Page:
The Gunslinger Journal #2

I'm not overly fond of the Gunslinger in the first volume of the Dark Tower series.  I think the character becomes much stronger in The Drawing Of The Three.

What's wrong with the gunslinger?  As a character it comes down to likability   There is no denying there are people like Roland -- the question is, do you really identify with them?

We like the strong stoic type.  Roland makes a good cowboy.  King is consistent in presenting Roland as a very human hero; but as the story evolves, he becomes more enjoyable.

Here's Roland's primary character flaw: The Dark Tower is his god.  He is therefore willing to sacrifice anything for The Tower.  We are left wondering, in this  novel, if he is capable of love.  Deep, committed, sacrificial love.  He makes love, but then shoots his lover dead at the battle of Tull -- without much struggle or afterthought.

The boy is the problem, isn't he?  I think there is a hint of Abraham and Isaac here (Genesis 22).  God told Abraham to sacrifice Isaac.  Isaac went as a willing sacrifice, even carrying the wood.  But in the end, God would not allow or accept human sacrifice.  I am not sure the analogy holds up with Roland and Jake.  Jake goes willingly, because his only other option is to be left behind.

King uses a lot of irony in the rewrite.  I like those little touches.  Only, with Jake it becomes almost painful how often King makes us aware that Jake will not make it to the end of the novel.

King's strength is his characters.  Sometimes real strength is redeeming unlikable characters.  I think throughout the series, King allows Roland to grow.  Later Roland will make better, wiser -- more personally sacrificial decisions.  Some of Roland's immaturity is directly related to King's own age when he began writing the novel.  Roland is what King wants him to be -- a stern, driven seeker of the Dark Tower.  He has few needs in this novel, he is just a shell of a man chasing a tower.  But over time King will quickly decide to fill in that shell.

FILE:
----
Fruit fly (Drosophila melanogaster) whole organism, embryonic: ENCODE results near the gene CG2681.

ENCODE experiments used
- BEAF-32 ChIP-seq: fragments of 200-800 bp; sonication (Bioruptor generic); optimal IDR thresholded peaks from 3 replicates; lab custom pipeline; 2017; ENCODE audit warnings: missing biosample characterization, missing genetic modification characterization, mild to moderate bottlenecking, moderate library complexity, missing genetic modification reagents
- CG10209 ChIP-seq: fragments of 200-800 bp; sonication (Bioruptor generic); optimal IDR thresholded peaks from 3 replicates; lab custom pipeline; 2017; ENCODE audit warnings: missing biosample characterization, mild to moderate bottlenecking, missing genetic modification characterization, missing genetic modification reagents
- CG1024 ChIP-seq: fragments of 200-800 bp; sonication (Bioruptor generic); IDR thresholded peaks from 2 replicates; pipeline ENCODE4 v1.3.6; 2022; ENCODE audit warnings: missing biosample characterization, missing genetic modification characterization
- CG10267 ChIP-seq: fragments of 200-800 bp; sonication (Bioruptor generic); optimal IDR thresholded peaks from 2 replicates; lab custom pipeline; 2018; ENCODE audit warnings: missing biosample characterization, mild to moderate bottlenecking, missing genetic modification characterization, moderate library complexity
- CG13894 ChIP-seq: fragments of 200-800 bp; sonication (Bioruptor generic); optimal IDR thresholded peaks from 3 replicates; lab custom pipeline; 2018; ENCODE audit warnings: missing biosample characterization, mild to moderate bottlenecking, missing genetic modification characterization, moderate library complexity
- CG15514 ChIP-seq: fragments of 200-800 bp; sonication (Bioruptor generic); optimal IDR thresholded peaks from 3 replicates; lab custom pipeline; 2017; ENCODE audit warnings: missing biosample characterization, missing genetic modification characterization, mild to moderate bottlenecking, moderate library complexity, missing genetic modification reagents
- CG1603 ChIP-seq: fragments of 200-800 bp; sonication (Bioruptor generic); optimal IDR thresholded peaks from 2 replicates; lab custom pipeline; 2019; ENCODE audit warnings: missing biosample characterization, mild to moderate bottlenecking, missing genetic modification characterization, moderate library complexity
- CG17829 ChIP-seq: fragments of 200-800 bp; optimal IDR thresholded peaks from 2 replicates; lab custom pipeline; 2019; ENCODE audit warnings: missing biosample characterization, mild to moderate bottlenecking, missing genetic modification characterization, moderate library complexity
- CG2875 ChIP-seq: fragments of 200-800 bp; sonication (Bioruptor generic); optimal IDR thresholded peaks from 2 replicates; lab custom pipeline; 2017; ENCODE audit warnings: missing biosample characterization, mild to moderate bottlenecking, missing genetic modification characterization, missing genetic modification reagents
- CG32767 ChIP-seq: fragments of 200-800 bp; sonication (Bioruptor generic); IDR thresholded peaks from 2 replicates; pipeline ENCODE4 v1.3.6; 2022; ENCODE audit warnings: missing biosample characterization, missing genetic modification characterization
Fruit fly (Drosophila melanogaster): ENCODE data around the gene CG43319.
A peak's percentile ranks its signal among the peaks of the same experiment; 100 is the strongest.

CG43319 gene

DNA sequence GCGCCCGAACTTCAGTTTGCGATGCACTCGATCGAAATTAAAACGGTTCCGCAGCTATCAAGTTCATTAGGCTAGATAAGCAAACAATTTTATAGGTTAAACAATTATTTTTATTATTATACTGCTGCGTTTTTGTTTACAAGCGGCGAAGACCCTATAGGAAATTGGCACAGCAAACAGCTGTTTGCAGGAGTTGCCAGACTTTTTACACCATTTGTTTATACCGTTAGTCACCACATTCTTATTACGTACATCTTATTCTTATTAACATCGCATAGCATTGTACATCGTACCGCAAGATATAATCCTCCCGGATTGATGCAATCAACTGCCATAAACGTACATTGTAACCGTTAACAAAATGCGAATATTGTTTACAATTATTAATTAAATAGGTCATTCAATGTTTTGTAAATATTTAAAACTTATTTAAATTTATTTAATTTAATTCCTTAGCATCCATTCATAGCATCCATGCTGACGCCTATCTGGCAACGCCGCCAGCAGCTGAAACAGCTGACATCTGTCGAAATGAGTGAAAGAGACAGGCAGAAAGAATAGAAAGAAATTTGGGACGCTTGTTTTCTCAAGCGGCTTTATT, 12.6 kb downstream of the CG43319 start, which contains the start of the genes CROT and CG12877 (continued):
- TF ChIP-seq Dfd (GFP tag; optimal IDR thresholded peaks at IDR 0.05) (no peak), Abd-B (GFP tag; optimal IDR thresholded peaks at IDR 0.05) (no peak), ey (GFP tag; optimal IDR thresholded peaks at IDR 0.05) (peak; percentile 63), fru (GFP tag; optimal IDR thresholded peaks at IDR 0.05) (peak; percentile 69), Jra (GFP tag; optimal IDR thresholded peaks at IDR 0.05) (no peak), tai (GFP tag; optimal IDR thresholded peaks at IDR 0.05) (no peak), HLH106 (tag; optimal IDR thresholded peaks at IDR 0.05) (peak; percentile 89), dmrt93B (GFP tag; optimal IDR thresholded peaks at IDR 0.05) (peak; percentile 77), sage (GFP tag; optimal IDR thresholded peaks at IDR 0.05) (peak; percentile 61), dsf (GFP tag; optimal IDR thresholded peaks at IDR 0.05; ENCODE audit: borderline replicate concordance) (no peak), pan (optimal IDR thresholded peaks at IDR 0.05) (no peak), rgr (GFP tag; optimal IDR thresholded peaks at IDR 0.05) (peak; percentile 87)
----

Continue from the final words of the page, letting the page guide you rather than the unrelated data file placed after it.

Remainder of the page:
1 comment:

  1. The whole point of Roland in the first book is that he is the complete outlaw in way. The Man Who Answers to No One to borrow from a similar title.

    He's intentionally isolated himself because of the nature of Mid-World itself, an entire alternate world as its own worst case scenario. Read Robin Furth's two prefaces in the complete DT concordance for a better idea of Roland and his one great sin, if you will.

    It's this sin that colors his entire quest for the Tower. I don't think I would call the Tower God, much less even A god, though Roland might treat it like one. Good grief, it's his bloody precious idol.

    To me, the Tower is just a symbol, and what it represents is not God, but purpose, rational purpose and meaning in a world chaos. Granted, this could also fall under the heading of God, however this is purpose as distinct from God, so to speak in a way at least. Its meaning or purpose Roland is looking for and he thinks the Tower has his answers. He wants to get answers from the Tower for the sake of his own piece of mind. With that secure…well, who knows.

    The problem with this goal is the self-conceit, or selfishness obsession involved. I’ve often wondered if that’s not all Ka really is when you get down to it. In way, Roland is sort of like St. Augustine a little bit when you think about it, except he had the mercy of grace and conversion on his side. Roland never seems to make it that far. To be fair, Mid-world has made Roland what he is as much as anything else. In a way, the DT world kind of reminds me of the barbarism of Rome and the deserts of the Mid-East before monotheism stepped in with civilization.